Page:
The other times thing slow down are at set points in the game when entering through doorways. You take up positions either side of a door and then burst in, and time pauses allowing you a few seconds to shoot as many people as you can from a still position. It’s a bit overused at times, and it also has the annoying side effect of switching your weapon to a pistol automatically without the option to change it, no matter what weapon you might have had equipped when you got into position.
Perhaps the most irritating aspect of the game is how railroaded it all is. It’s not simply the fact that it’s so linear, but how badly it handles it. The game will often present you with seemingly open areas, but straying even a few steps off the path it wants you to follow leads to a warning message, quickly followed by an instant game over if you don’t back off again straight away. Creating artificial boundaries like that is bad enough, but to actually end to game and penalise the player because you couldn’t be bothered to implement the level properly is taking things to new lows in design terms. It’s not even always obvious what the path you should follow is. During one of the driving sequences where I was trying to chase down another vehicle, I decided to take a turn off to try to head off the other car, but was instead rewarded with a game over message and forced to start again. “You’re trying to do something sensible but it isn’t the exact thing we wanted you to do,” says the game. “Do it again and this time make sure you read our minds first.” At another point, you’re defending a cabin in the middle of nowhere from some enemies who’ve turned up in cars. But you kill them all, and then another wave of them turns up, and then another, and then another. No new cars, just new men, popping up from behind the rocks. How they all fitted behind the rocks is never explained. I got fed up of the repetitiveness of shooting from the windows at constantly respawning enemies so decided to run towards them and take them on directly for a change of pace but again, got a message telling me I was going out of bounds. Moving towards the enemy was taking me outside my allowed level area. Obviously the developer’s didn’t want me to see the men appearing from thin air for no good reason.
Just in general terms, the game just doesn’t quite work and is full of little flaws. The graphics are relatively weak for the time of release and somehow manage to be inferior to the previous two games in the series, which often managed some great views. The cutscenes are poorly done and at one point a video ended with people stood right behind my character pointing guns at his head, yet an instant later when control is returned to you, the enemies are in front of you and quite some way in the distance. It’s just shoddily put together. The three characters don’t even play very differently. This is demonstrated especially by a moment near the end of the game, where you’re presented with three doors and allowed to pick which one you want to take. It looked like it was going to be a moment of three paths that would eventually converge, and, well, in a way it was. It’s just that they converged about 10 seconds after going through the doors, with no enemies to fight or anything. It’s a completely pointless choice and you instantly team up with the other two.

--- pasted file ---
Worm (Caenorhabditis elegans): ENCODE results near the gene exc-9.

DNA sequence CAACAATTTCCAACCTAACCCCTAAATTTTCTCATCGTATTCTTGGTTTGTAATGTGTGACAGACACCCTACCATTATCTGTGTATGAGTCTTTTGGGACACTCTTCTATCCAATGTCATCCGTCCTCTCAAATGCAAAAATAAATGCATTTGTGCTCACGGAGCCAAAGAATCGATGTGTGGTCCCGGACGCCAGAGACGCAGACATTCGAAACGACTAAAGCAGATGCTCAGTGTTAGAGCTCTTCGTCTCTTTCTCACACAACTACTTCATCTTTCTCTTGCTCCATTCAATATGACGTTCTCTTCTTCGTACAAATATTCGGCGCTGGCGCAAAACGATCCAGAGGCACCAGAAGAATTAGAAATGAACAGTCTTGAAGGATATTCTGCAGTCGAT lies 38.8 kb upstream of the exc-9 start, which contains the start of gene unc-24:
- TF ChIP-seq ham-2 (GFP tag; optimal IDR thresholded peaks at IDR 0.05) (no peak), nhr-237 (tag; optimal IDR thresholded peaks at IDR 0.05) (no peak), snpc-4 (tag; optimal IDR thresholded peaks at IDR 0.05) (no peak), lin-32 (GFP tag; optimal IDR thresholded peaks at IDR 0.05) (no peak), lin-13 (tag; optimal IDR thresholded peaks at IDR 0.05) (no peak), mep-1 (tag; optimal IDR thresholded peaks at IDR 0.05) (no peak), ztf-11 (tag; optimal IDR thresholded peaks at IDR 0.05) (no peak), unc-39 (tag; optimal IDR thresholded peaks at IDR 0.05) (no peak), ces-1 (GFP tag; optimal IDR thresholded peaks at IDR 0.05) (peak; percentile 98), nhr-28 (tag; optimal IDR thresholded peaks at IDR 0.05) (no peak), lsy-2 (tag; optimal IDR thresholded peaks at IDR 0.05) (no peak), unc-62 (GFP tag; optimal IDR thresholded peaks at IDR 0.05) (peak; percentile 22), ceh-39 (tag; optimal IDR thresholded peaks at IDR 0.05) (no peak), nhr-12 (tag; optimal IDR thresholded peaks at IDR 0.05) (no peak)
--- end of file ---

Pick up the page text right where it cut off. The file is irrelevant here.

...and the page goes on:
About the only thing the game does that tries to be different is in the form of secret agendas. Each of the three characters is given extra objectives that aren’t revealed to the other two. These you have to try to carry out without being spotted by the other members of your team. Sadly, they generally only involve picking up things lying around the levels or finding things. If you manage to pick up the items without being spotted, you get XP, but if you’re caught you get nothing. In single player, it’s generally easy to avoid being caught as the AI doesn’t tend to follow you too closely, and they don’t bother trying to carry out their agendas. This is something that’s designed mainly for co-op. The three characters are supposed to be suspicious of each other, so it makes sense in that regard, but it’s broken as a game mechanic. If playing a co-operative game and you catch the other players stealing something then you stop them from getting XP while getting a small bonus yourself. The trouble is, it’s still a co-op game you’re playing, not a competitive one. XP is used to unlock better weapons and if you’re stopping your companions from getting access to these then you’re crippling your own game too, since there are quite a few times when you’ll be relying on them to defend you. The one new thing the game does try is even a vaguely interesting concept, but it, like most of the game, hasn’t been thought through properly.
So The Cartel started with a fundamentally poor idea, implemented it badly, threw in an almost interesting but fundamentally broken co-op idea, all wrapped up in a mass of bad dialogue, dodgy stereotypes and swearing. Then there are the tacked on standard competitive multiplayer modes that you’d find in every FPS game that don’t really offer much incentive to keep you playing. It fails badly as a sequel, it fails as a game in its own right, and it’s a tragic decline for an entertaining series. Thankfully, writing this from my position here in the future, I can at least say that Techland redeemed themselves with the next game in the series, Call of Juarez: Gunslinger. It’s nice to be able to say one positive thing in a review.
Arbitrary Final Score: